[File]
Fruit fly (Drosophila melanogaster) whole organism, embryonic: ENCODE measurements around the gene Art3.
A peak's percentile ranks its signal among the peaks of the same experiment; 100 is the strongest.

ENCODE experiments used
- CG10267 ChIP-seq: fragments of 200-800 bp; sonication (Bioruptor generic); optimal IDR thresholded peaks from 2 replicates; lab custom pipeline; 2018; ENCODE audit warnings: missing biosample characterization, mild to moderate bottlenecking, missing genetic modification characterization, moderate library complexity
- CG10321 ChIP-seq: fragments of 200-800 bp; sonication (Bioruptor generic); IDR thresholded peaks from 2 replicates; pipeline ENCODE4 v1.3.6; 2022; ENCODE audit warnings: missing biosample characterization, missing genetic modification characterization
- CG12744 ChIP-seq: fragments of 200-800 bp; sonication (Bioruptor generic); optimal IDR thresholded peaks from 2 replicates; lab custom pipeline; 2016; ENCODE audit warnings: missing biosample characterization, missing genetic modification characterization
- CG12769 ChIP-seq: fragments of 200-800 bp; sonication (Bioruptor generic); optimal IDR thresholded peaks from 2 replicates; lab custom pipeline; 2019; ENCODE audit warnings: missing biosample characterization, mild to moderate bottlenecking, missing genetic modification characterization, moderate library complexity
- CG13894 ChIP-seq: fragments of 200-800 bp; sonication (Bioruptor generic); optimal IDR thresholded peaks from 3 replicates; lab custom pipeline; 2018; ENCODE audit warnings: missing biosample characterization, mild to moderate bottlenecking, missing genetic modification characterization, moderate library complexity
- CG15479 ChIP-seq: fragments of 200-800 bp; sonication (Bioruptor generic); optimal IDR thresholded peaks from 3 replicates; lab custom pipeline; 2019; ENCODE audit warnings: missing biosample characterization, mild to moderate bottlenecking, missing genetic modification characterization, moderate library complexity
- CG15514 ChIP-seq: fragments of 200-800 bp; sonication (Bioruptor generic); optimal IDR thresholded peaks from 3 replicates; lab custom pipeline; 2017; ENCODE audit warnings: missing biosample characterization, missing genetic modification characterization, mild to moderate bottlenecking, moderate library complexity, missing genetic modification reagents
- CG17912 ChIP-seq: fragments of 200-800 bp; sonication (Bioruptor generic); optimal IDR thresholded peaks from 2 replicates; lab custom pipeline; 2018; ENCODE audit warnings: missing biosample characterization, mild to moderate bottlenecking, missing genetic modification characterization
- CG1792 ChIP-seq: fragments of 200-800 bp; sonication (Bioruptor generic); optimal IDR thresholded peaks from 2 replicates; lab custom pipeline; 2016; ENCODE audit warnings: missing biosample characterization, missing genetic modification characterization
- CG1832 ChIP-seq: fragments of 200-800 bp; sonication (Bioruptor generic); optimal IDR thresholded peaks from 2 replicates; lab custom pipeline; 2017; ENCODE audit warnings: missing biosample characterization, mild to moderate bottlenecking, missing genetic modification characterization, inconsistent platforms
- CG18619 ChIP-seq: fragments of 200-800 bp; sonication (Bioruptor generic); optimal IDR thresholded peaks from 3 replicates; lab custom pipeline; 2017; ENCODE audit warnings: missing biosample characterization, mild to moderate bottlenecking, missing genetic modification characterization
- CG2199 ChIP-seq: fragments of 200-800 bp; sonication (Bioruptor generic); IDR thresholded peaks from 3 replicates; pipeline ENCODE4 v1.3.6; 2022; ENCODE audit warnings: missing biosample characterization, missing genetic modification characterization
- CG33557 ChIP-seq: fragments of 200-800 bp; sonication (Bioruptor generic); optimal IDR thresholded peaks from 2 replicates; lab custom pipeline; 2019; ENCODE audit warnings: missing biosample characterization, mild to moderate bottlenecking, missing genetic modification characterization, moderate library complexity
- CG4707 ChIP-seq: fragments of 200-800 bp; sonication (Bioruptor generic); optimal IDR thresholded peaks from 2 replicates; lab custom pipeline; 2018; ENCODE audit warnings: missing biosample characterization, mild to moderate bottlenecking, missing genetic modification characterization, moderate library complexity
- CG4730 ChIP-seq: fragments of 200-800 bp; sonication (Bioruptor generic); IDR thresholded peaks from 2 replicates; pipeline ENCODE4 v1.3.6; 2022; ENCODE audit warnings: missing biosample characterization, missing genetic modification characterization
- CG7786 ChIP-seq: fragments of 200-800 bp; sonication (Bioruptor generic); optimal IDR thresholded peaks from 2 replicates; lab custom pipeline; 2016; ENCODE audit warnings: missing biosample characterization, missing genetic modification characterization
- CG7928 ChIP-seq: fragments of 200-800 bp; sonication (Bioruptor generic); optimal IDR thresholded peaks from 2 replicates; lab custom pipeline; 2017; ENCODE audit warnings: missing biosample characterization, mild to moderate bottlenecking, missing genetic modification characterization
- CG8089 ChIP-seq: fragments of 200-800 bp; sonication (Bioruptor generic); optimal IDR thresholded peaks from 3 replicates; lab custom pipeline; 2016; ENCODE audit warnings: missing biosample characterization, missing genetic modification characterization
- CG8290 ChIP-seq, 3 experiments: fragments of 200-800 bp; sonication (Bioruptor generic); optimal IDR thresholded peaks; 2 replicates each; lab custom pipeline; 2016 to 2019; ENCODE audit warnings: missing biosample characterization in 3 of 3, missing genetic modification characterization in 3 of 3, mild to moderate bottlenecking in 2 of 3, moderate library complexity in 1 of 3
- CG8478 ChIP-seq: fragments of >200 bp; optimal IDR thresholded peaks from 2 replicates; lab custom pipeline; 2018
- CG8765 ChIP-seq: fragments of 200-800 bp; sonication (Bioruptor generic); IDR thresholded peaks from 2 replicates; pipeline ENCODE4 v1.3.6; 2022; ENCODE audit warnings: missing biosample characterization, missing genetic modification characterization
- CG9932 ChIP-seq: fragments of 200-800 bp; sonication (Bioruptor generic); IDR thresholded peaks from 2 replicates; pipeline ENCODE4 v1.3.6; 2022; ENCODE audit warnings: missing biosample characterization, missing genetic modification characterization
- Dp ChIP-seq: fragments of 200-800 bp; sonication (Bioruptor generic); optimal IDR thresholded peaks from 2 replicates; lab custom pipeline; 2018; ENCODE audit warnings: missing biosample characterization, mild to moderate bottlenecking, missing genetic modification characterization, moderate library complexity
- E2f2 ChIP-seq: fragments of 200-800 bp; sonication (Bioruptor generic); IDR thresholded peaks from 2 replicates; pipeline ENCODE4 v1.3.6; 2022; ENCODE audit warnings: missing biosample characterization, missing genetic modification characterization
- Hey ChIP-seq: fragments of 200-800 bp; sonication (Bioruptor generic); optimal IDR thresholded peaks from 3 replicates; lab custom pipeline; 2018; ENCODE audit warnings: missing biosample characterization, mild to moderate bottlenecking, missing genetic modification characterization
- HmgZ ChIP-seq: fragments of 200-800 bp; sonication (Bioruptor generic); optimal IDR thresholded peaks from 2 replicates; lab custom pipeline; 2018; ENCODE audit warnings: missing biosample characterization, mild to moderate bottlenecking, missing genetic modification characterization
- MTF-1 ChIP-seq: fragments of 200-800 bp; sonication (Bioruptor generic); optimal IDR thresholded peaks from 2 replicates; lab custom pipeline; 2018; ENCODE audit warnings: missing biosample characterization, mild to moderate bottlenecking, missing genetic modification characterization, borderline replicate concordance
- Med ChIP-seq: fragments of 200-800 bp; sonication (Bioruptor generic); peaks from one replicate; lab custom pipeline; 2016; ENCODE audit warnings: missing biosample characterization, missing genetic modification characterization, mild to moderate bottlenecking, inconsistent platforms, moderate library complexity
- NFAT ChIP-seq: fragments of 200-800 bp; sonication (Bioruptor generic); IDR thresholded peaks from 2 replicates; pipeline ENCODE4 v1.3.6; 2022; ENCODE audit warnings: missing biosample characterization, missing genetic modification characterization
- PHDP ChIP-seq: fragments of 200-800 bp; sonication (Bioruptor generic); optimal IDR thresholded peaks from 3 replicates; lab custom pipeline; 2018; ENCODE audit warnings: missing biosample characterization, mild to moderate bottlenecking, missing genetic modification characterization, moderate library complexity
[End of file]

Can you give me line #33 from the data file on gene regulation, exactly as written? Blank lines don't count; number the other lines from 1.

- PHDP ChIP-seq: fragments of 200-800 bp; sonication (Bioruptor generic); optimal IDR thresholded peaks from 3 replicates; lab custom pipeline; 2018; ENCODE audit warnings: missing biosample characterization, mild to moderate bottlenecking, missing genetic modification characterization, moderate library complexity